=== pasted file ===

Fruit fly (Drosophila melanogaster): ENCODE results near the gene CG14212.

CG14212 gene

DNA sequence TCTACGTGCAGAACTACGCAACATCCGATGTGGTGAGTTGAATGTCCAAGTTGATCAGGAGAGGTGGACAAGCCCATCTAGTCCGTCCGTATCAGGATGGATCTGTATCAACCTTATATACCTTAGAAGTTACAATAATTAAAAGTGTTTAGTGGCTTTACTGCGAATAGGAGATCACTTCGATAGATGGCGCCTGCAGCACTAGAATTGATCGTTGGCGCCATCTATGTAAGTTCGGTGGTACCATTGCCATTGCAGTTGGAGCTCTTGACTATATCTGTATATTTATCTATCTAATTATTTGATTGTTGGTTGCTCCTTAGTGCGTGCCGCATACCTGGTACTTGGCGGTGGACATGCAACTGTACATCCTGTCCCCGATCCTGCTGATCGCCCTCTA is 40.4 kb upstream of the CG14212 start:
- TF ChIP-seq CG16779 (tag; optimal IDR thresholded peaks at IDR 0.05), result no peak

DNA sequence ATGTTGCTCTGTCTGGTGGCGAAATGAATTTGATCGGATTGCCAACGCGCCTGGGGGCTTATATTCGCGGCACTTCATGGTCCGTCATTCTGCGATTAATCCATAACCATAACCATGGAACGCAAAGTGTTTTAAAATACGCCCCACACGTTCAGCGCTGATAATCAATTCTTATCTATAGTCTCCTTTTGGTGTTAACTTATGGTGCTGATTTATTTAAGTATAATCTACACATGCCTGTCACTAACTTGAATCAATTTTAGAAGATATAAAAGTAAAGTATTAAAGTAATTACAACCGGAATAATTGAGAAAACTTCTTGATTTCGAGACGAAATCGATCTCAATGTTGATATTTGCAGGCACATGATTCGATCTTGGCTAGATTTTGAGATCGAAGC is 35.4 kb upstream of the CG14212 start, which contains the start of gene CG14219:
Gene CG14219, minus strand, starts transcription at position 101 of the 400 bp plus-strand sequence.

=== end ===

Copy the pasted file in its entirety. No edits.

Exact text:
Fruit fly (Drosophila melanogaster): ENCODE results near the gene CG14212.

CG14212 gene

DNA sequence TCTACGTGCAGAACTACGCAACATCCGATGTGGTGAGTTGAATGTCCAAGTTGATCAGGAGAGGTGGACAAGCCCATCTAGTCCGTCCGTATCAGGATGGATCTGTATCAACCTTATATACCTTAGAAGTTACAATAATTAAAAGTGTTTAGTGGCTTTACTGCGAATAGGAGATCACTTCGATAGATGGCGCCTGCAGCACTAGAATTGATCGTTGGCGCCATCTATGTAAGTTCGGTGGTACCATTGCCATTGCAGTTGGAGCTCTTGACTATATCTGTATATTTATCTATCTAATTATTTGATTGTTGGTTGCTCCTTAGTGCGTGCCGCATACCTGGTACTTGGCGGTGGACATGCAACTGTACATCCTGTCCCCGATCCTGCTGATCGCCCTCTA is 40.4 kb upstream of the CG14212 start:
- TF ChIP-seq CG16779 (tag; optimal IDR thresholded peaks at IDR 0.05), result no peak

DNA sequence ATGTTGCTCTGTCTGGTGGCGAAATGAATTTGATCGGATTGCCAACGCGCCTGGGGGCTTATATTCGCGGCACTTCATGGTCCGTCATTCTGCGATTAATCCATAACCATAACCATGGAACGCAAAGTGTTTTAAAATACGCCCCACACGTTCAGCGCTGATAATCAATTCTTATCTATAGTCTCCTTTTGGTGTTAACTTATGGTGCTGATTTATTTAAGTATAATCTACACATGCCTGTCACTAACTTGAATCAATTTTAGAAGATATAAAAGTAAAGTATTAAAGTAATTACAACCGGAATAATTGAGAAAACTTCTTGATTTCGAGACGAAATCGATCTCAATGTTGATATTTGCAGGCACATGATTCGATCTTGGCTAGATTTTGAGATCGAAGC is 35.4 kb upstream of the CG14212 start, which contains the start of gene CG14219:
Gene CG14219, minus strand, starts transcription at position 101 of the 400 bp plus-strand sequence.